The Yangling Mausoleum of Han Dynasty (Xi'an)

Part 1 of the Silk Road journey

Posted 18th May 2017 by David McGuinness

The Yangling Mausoleum just north of Xi’an is the Han Dynasty’s answer to the “Terracotta Warrior tomb”. It is clearly less famous than its predecessor due the Han’s disinclination to showiness, reflected in their Taoist beliefs, and, most probably, a more limited budget for such projects. The Terracotta Warriors were built by the first Qin emperor, and the Qin were the first real Chinese dynasty, though there were earlier civilisations, but they did not rule over all of China.

The Han were the second dynasty ruling from 206 BC to 220 AD, spanning 11 emperors. It was during the Han period that Silk Road trading began though some believe it started earlier. The period under the 2nd, 3th and 4th Han emperors (the 4th was Jing Liu Qi, whose tombs I am writing about) is considered the Golden Era. After these came the most famous Han Emperor, Wu Liu Che, whose numerous bloody but ultimately successful wars with the Mongols meant an end to peace, and the Golden era along with it.

The figures here are about one tenth the size of the famous Terracotta warriors and the numbers of forced labour involved (170,000 slaves) were one sixth those involved in the earlier tomb’s creation. But the concept is essentially the same, to take your slice of life (“Yang”) into the afterlife (“Ying”). The small clay figurines, while obviously not a match to the stunning Terracotta warriors, are acts of mercy in their existence, in that the Han decided to follow the example of the Qin dynasty in burying representations rather than live humans, as their predecessors had. Of the 82 pits, less than twenty have been excavated, but the result of what has been excavated is fascinating. The pits are divided into different administrative spheres of life, at least life as a Han Emperor sees it. There are pits for textiles, palace ladies, eunuchs, prayer, transportation, criminals (interesting that he felt these needed to come, but I suppose without this ying…), several pits related to food in its various stages of preparation – live animals, cut up meat, charcoaled meat as well as stores of grain and animals.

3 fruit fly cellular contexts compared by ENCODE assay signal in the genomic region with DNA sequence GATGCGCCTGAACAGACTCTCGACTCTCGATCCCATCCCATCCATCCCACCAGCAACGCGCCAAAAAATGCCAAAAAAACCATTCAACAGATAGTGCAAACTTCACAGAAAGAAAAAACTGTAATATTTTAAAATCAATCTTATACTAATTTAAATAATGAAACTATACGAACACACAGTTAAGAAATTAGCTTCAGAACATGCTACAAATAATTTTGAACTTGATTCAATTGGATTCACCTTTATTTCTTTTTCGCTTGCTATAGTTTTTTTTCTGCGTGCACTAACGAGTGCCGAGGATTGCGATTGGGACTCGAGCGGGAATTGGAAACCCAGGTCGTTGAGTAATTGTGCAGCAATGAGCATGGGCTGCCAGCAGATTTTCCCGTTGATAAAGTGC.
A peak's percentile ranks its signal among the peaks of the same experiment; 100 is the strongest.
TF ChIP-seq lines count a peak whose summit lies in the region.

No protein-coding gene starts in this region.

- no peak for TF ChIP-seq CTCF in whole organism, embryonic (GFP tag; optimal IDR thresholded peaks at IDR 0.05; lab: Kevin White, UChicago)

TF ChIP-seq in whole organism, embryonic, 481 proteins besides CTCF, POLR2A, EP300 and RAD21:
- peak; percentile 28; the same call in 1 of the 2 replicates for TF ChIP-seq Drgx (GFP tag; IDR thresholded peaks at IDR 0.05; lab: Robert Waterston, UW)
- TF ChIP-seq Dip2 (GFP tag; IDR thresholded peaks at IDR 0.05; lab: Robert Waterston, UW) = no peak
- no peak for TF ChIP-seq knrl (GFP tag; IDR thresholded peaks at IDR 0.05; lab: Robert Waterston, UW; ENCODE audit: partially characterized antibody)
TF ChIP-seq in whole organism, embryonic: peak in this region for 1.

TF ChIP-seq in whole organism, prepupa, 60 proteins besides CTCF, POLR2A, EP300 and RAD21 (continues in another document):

In the museum you can also find some examples of royal and military fashions, a detailed breakdown of officialdom’s roles, and the responsibilities assigned to each. Roles documented start with national government, covering ministers for domestic affairs, military and security. On a local government level were roles for criminal justice, officer recruitment, minority affairs, religious affairs and taxation. China’s reputation for bureaucracy isn’t based on its recent habits it seems.

This blog is part of an Off-The-Beaten-Track Travel Diary. Click on the link below to navigate through this journey.


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